Environmental, social and governance ETFs let investors put their money in socially responsible companies without having to do any of the legwork of identifying and vetting their stocks. Like all ETFs, ESG funds bring sweet tax advantages over mutual funds, they cost a whole lot less and they spread all your eggs out into lots of different baskets with the purchase of a single share.
They cost more than the cheapest mainstream index funds, but they don’t have to cost a lot. Depending on the fund’s criteria, ESG-themed ETFs can include anything from small-cap stocks in emerging markets to funds with top holdings dominated by companies like Microsoft and Amazon. Using a variety of sources, GOBankingRates identified some of the most promising ESG-themed funds on the market. You’ll notice that many of them are new, and that’s because this hot ETF category is still emerging. Read on to meet the ETFs that can grow your money without dinging your conscience.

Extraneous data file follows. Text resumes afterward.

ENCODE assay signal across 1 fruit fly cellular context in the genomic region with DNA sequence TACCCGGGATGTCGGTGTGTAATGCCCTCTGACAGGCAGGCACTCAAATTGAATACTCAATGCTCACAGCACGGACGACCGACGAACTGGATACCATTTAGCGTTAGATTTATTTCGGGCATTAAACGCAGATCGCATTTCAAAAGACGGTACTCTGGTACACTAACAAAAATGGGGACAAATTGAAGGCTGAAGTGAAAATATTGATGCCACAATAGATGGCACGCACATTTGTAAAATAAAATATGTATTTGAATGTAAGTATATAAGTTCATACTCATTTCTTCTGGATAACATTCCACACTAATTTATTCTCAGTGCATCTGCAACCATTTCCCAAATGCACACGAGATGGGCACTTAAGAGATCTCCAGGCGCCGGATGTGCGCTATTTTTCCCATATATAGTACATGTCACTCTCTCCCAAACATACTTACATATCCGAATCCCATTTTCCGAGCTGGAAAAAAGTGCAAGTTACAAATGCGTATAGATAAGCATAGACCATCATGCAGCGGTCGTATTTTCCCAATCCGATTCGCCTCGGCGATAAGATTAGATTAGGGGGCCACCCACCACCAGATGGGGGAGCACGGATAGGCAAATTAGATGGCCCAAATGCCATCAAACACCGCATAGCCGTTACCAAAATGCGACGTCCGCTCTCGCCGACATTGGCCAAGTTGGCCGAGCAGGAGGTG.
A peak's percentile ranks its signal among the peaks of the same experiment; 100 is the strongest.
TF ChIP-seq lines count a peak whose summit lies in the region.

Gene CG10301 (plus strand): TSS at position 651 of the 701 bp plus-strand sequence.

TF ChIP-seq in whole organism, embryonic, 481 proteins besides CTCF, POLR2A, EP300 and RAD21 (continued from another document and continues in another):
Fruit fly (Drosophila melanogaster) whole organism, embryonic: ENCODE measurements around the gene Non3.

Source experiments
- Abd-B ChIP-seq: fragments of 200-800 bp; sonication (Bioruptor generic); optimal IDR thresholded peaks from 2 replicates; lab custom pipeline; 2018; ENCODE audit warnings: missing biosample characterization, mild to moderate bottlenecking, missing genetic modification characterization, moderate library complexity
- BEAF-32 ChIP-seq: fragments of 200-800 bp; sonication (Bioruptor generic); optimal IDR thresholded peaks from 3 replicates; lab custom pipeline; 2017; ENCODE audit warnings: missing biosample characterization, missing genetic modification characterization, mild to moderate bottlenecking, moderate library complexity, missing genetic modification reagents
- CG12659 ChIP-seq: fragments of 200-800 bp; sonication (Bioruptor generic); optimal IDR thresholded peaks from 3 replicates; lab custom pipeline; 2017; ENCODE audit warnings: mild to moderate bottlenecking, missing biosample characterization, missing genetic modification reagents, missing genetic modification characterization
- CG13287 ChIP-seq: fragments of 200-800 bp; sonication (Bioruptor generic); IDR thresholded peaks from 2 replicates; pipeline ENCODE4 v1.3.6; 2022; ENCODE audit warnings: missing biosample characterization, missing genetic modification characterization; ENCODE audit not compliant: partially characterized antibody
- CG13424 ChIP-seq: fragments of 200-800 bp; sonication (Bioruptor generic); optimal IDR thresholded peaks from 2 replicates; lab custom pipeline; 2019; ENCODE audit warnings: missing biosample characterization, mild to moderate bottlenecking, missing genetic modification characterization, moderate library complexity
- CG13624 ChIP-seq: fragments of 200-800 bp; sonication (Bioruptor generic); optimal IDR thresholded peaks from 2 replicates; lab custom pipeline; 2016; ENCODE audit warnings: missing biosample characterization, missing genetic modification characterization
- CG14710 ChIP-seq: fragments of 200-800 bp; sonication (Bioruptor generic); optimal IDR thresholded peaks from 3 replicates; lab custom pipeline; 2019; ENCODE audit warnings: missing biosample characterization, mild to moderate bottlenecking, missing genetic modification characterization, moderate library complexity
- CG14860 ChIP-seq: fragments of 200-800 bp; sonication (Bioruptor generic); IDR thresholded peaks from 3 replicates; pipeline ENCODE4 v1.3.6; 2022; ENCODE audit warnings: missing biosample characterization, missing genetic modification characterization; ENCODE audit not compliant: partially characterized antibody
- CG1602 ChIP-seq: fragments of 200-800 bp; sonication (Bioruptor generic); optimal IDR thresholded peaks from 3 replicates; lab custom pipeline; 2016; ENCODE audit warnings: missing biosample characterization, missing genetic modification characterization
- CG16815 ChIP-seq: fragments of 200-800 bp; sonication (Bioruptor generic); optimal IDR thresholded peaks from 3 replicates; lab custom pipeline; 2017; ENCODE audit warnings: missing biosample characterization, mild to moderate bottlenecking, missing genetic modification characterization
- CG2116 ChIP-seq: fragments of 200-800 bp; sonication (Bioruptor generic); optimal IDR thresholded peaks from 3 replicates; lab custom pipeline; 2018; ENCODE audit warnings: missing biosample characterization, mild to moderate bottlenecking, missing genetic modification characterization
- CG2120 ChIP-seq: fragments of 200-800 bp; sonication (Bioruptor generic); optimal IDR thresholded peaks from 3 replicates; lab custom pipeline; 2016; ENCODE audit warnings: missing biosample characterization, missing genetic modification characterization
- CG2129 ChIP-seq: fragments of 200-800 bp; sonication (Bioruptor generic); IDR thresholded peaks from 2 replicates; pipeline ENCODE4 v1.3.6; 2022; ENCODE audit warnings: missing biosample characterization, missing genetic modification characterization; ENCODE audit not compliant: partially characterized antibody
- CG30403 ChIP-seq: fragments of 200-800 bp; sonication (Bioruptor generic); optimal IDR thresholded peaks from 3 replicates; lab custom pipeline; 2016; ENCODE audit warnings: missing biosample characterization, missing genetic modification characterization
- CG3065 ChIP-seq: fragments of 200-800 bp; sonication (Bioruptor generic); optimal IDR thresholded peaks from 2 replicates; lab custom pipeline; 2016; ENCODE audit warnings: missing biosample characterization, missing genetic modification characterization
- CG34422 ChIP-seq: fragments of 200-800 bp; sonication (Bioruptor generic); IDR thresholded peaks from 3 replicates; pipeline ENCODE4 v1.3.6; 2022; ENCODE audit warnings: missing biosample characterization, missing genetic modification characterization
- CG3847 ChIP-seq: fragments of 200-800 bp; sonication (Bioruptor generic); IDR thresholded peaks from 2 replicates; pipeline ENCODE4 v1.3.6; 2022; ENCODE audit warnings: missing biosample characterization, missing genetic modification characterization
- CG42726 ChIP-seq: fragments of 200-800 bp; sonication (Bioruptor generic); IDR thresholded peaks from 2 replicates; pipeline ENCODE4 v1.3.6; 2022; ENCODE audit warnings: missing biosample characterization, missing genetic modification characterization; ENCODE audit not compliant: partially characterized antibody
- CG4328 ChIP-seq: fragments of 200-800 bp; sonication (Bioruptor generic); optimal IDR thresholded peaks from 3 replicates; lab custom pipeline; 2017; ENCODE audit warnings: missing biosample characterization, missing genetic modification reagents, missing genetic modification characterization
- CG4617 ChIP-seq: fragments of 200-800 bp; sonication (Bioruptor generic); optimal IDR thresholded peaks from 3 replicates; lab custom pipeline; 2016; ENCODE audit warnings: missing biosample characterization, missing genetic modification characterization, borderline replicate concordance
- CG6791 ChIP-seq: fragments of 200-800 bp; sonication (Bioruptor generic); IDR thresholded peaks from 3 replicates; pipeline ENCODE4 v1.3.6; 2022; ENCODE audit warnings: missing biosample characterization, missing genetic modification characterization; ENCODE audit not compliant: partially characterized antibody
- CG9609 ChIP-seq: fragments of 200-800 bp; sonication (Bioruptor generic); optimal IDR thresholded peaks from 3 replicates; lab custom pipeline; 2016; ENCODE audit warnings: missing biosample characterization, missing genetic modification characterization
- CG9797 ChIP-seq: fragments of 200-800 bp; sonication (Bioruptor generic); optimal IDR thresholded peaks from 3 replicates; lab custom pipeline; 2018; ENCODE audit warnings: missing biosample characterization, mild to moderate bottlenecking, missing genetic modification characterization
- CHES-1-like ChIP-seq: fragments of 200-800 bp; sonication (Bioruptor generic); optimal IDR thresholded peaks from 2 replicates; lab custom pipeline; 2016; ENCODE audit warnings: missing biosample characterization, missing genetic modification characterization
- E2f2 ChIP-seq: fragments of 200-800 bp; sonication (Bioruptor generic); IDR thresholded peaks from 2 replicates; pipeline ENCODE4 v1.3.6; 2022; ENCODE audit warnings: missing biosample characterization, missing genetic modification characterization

Vanguard ESG U.S. Stock ETF (ESGV)
Vanguard’s ESG ETF gets to bat leadoff for its impressive expense ratio alone, which is par for the course for Vanguard. Its VOO ETF, one of the biggest S&P 500 funds in the game, costs just 0.03%. With an expense ratio of 0.12%, ESGV isn’t that dirt cheap, but considering the average fee for similar funds is 0.83%, ESGV is the difference between $283 and $1,893 in fees you’ll pay on $10,000 invested over 10 years. It’s done well by its investors, too, gaining nearly 20% since its inception in September 2018.
iShares ESG Aware MSCI EM ETF (ESGE)
Blackrock’s iShares brand is up there with Vanguard among the biggest names in the ETF world, and ESGE’s $7.26 billion in assets under management is the proof. With a respectable expense ratio of 0.25%, it’s a great way to get broad exposure to international large- and mid-cap stocks from emerging markets. Among its socially responsible business involvement screens are tobacco, controversial weapons, civilian firearms, thermal coal and oil sands. The fund is dominated by companies from China, Taiwan and South Korea.